Wednesday, December 22, 2004

The Worst and Best Boss Ever

A friend and I were discussing job promotions the other day, which morphed into a discussion of What is Wrong With Nonprofit Management Today. Perhaps someone with more corporate experience can jump in and tell us if things are different in non-tax-exempt land, but at nonprofits there seems to be an ongoing inability to weed out emotionally unbalanced, or perhaps to be kind, slightly off-kilter people from the management ladder.

As you may know, I deal with nonprofits for a living, helping them to tackle issues such as this. I am quickly coming to the conclusion that poor management is not solely an organization-specific issue, but an industry-wide issue. And I think it happens like this:

Incredibly talented person, Nancy Nonprofit, comes on board as Director of Communications or Development or Major Gifts or whatever. Absolutely knocks her goals out of the park. Is rewarded by a promotion to Senior Poobah of SuchandSuch, a job at which Nancy continues to excel, thereby being a daily asset to the organization and its mission. Awesome. Super.

So what happens then?! Yep. Our dear Nancy, that amazing on-the-ground performer is promoted to a position that requires the management of staff. Staff who are doing the job that Nancy used to do, used to excel at, and used to love. Nancy doesn't get to do much of the on-the-ground stuff anymore because she is managing a whole staff in her new position as VP for Whatever, even though she has no management experience. She attends meetings with the CEO, she handles HR issues, she sets the course for the dev/comm/marketing wing of the entire organization. Nancy oughta be psyched, right?! WRONG! Because Nancy loved her old job, secretly wishes she could still do her old job, secretly resents the people who are getting to do her old job while she is sitting in Senior Staff meetings talking about budgetary line items. Nancy slowly morphs into a completely horrible boss. The kind of boss who causes the first act of anyone's day to be a walk past her assistant's cube to ask, "What kind of mood is she in today?" so that you can tell if your day is going to be disastrous or productive. The kind of boss who yells at staff in the hallway. The kind of boss that makes you cringe when you see her "having an episode" and think about a caption under her saying, "This is how women in high positions handle stressful situations."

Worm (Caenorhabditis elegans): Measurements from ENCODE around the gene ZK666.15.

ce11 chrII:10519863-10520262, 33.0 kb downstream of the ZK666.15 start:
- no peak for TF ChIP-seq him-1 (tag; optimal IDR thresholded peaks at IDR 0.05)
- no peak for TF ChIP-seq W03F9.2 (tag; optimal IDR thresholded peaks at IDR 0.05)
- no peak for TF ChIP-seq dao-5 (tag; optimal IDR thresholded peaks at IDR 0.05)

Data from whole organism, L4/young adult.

How do these people GET and KEEP power when everyone, it seems, except HER boss knows that she is just this side of mentally unbalanced? As my friend and I discussed our old bosses we realized that the reason Angry Boss manages to cling to power is because she has both the Five Best Traits of a Boss which HER management gets to see (talent, initiative, etc), but also the Five Worst Traits of a Boss (micromanagement, distrust of staff, belief that no one can do it better than her, fear of talented young women on her staff, etc) that they don't, but that terrorize her staff into performing for her. How does someone who is so profoundly feared and loathed by her staff manage to accrue further and further promotions?

"People are promoted to their level of incompetence." I think that was Jim Collins in the book Good To Great who said that. [correct me if I'm wrong]. His point was exactly what my friend and I were discussing: a talented person is promoted and promoted until they are now doing something they were never interested in doing and perhaps have no skills to do, but that they do because, hey, it's a promotion and how do you turn that down?